Capilano River Salmon Hatchery

The Challenge

Capilano River Salmon Hatchery is one of the top tourist destinations on Vancouver’s North Shore. It gets over 200,000 visits a year—but hadn’t seen a refresh to its interpretive exhibits in about 40 years. We were brought on to give it a fresh look—and to take a collaborative approach with Squamish and Tsleil-Waututh First Nations.

The Approach

My role was lead interpretive planner with Double Dare Design. Since the site had virtually no visitor evaluations nor comment cards, I did a qualitative text analysis of over 400 Tripadvisor reviews to identy the site’s strengths and weaknesses. We met repeatedly with First Nations, Fisheries and Oceans Canada, Ingenium, and local government partners to flesh out a full interpretive plan. These partners became intimately involved with identifying the site’s key performance indicators, main themes and storylines, and eventually the interpretive media plan for the entire site. Together we envisioned over 60 new experienced. I then took on the job of analyzing them from the point of view of relevance, potential memorability and impact, capital cost, operating cost, and other criteria. It was a long process but I’m more than pleased with the results.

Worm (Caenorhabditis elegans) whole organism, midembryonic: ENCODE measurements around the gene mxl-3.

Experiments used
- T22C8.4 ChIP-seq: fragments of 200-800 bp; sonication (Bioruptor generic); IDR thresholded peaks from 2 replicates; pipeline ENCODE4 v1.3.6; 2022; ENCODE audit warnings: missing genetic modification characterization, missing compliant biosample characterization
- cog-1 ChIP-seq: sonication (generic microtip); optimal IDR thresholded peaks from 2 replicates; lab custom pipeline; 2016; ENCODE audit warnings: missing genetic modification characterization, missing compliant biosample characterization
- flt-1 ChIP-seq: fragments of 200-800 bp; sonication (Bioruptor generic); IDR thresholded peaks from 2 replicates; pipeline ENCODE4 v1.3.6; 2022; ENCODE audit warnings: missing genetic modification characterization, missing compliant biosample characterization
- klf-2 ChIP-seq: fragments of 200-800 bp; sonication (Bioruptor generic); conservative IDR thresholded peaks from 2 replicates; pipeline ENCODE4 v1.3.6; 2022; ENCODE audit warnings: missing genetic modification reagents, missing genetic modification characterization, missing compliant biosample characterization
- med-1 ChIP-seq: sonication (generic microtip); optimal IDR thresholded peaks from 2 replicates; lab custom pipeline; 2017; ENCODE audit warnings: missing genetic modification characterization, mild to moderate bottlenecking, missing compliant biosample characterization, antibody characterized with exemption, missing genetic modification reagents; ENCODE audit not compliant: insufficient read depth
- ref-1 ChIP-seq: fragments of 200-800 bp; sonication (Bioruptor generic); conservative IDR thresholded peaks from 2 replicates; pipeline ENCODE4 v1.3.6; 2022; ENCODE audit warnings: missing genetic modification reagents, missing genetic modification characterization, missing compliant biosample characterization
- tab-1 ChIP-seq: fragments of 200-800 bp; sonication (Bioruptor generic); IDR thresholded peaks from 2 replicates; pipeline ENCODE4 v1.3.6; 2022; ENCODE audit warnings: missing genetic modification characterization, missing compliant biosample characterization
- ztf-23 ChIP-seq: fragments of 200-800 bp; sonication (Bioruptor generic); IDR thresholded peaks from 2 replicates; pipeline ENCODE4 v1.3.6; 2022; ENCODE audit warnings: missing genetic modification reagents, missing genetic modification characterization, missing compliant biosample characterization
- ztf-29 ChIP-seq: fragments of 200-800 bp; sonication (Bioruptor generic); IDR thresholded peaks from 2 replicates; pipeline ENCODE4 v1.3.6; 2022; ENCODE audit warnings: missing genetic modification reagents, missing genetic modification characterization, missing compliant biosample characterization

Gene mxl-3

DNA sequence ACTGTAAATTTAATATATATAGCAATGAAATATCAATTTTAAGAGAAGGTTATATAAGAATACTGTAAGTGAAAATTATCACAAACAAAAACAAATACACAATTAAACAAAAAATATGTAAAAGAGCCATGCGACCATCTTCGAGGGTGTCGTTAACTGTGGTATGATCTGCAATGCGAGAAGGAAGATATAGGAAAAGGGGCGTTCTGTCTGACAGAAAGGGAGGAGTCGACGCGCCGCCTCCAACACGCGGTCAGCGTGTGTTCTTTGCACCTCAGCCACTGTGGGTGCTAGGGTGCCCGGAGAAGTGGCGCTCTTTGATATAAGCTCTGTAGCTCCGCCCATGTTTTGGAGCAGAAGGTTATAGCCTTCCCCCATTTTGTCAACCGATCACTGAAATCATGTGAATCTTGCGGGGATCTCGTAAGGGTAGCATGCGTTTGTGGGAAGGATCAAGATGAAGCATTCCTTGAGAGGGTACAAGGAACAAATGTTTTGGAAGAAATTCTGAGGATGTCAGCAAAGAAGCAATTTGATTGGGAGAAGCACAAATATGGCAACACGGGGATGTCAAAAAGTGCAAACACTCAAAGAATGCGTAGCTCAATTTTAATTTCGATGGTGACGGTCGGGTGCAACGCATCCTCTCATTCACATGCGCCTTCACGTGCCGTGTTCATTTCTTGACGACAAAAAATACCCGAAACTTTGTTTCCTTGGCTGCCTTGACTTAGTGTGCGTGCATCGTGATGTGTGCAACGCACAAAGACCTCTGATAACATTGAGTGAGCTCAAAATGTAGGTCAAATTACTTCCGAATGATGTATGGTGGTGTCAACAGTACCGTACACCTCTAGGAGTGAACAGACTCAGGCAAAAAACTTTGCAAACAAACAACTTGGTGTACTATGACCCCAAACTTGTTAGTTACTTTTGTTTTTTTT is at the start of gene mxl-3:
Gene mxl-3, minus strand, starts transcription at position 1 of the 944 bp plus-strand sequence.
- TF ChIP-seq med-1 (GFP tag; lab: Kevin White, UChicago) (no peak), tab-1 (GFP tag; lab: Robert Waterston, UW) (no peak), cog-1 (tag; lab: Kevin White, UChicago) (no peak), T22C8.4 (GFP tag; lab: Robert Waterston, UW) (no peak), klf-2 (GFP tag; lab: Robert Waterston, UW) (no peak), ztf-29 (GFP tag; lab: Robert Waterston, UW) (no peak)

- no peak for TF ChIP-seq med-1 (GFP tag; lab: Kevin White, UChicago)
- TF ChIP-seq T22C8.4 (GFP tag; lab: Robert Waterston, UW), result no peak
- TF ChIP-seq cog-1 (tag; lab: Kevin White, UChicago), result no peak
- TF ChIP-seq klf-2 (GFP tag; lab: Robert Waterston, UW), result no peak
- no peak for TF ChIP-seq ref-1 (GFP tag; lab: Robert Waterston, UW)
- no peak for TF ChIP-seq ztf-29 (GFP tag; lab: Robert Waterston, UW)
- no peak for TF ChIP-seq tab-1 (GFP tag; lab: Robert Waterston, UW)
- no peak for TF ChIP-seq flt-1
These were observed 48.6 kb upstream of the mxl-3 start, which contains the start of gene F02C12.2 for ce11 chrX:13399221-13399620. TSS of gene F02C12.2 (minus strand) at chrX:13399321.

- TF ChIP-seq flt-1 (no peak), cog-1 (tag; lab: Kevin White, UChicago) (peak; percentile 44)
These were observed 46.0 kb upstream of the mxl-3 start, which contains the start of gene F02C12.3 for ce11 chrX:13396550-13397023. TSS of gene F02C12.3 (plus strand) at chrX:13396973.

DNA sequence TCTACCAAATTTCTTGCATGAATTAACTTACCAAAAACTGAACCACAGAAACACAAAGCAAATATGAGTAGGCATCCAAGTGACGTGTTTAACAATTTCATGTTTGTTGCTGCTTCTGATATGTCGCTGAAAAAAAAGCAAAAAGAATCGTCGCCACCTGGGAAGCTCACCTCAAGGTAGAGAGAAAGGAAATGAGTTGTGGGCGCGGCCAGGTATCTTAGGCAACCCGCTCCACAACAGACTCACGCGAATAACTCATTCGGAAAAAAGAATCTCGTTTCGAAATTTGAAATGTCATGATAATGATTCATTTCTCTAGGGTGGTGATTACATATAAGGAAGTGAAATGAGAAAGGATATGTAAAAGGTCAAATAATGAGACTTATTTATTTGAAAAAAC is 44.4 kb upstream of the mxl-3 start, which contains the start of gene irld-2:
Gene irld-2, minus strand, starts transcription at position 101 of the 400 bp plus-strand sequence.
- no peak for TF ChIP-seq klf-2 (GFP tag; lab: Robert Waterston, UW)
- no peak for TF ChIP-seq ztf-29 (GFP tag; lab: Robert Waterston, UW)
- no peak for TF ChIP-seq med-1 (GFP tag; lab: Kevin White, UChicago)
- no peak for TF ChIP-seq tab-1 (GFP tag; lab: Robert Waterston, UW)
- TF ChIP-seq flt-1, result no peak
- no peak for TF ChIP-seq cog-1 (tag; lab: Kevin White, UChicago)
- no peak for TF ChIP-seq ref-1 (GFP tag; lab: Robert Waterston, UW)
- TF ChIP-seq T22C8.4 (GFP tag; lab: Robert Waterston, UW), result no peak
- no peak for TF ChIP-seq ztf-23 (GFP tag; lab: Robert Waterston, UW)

Lessons Learned

This project showed the value of spending time with partners. Together with them, we visited three west-coast salmon hatcheries; met repeatedly on site; visited the two First Nations a few times, and got together with them remotely whenever meetups weren’t possible.

Weighted word cloud from a planning session
Weighted word cloud from a planning session

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